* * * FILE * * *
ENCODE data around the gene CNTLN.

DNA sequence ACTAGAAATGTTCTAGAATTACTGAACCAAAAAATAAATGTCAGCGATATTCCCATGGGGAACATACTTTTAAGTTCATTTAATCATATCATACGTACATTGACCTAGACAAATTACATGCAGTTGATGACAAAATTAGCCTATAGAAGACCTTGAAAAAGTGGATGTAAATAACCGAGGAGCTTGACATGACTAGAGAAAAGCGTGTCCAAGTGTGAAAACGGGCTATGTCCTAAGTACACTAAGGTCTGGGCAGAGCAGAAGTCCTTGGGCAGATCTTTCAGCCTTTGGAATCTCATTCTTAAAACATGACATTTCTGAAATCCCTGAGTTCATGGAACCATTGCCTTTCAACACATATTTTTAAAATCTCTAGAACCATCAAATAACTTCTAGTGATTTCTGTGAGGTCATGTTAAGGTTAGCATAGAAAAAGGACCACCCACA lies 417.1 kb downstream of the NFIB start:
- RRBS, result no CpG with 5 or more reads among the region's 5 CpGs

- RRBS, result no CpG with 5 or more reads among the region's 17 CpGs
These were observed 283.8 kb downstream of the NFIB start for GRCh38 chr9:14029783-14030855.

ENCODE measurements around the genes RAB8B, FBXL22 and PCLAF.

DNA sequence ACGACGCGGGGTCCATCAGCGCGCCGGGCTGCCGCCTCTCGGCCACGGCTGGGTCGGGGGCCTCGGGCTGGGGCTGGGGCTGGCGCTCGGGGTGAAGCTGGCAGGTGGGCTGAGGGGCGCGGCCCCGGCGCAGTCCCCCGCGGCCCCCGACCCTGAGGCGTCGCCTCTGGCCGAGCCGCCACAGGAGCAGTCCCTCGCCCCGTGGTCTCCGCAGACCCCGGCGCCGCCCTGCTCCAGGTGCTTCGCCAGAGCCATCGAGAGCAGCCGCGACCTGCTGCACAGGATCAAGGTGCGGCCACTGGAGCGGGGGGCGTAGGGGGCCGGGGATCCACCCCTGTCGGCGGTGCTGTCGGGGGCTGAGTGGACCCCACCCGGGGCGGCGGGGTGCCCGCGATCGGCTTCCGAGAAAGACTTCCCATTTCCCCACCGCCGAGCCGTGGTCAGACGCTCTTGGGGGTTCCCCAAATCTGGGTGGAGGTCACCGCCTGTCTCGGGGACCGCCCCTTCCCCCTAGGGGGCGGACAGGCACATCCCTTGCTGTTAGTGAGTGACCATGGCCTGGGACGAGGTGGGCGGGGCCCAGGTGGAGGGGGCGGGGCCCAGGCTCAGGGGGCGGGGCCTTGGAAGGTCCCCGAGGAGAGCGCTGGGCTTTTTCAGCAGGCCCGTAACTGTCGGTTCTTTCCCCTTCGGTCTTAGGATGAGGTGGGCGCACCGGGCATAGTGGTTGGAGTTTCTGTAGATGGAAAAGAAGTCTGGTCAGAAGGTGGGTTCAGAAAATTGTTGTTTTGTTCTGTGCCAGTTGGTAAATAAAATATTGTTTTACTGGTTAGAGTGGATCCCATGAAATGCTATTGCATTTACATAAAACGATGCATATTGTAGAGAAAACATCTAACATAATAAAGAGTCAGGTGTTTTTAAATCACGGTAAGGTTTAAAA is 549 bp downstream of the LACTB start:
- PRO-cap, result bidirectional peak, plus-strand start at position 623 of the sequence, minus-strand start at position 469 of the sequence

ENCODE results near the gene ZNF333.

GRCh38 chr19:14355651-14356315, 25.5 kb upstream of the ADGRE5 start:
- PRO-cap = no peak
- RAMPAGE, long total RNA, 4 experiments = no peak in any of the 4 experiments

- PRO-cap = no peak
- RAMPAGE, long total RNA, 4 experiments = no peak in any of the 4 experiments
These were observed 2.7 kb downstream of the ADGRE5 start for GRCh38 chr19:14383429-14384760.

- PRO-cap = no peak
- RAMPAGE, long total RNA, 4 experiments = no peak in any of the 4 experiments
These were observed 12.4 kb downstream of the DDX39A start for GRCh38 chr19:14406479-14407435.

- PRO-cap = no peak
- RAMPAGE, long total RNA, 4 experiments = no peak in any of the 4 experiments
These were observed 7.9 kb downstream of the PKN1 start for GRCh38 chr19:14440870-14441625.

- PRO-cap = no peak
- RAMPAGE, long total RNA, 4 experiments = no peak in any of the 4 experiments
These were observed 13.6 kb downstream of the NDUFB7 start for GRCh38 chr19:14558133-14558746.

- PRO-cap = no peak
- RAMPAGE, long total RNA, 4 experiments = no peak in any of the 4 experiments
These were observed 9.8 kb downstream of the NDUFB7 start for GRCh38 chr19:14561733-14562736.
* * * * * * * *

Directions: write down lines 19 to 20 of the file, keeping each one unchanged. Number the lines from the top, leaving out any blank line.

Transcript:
- PRO-cap = no peak
- RAMPAGE, long total RNA, 4 experiments = no peak in any of the 4 experiments